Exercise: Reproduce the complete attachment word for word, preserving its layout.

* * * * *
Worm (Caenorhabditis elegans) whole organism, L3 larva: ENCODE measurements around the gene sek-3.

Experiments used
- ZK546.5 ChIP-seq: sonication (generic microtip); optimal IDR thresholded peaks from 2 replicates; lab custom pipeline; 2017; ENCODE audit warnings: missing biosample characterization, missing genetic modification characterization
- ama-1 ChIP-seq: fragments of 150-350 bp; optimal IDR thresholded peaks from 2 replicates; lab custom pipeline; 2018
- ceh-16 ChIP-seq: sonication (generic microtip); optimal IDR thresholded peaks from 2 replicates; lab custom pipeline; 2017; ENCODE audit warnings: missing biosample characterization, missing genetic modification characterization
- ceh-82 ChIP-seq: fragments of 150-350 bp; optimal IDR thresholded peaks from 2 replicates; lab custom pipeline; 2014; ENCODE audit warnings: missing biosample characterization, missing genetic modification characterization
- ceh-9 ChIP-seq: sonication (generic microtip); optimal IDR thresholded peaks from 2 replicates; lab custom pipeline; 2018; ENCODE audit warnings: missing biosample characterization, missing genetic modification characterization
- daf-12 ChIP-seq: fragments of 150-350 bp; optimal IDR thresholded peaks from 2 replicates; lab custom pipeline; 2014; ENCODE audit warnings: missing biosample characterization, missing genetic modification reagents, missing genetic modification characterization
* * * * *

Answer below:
Worm (Caenorhabditis elegans) whole organism, L3 larva: ENCODE measurements around the gene sek-3.

Experiments used
- ZK546.5 ChIP-seq: sonication (generic microtip); optimal IDR thresholded peaks from 2 replicates; lab custom pipeline; 2017; ENCODE audit warnings: missing biosample characterization, missing genetic modification characterization
- ama-1 ChIP-seq: fragments of 150-350 bp; optimal IDR thresholded peaks from 2 replicates; lab custom pipeline; 2018
- ceh-16 ChIP-seq: sonication (generic microtip); optimal IDR thresholded peaks from 2 replicates; lab custom pipeline; 2017; ENCODE audit warnings: missing biosample characterization, missing genetic modification characterization
- ceh-82 ChIP-seq: fragments of 150-350 bp; optimal IDR thresholded peaks from 2 replicates; lab custom pipeline; 2014; ENCODE audit warnings: missing biosample characterization, missing genetic modification characterization
- ceh-9 ChIP-seq: sonication (generic microtip); optimal IDR thresholded peaks from 2 replicates; lab custom pipeline; 2018; ENCODE audit warnings: missing biosample characterization, missing genetic modification characterization
- daf-12 ChIP-seq: fragments of 150-350 bp; optimal IDR thresholded peaks from 2 replicates; lab custom pipeline; 2014; ENCODE audit warnings: missing biosample characterization, missing genetic modification reagents, missing genetic modification characterization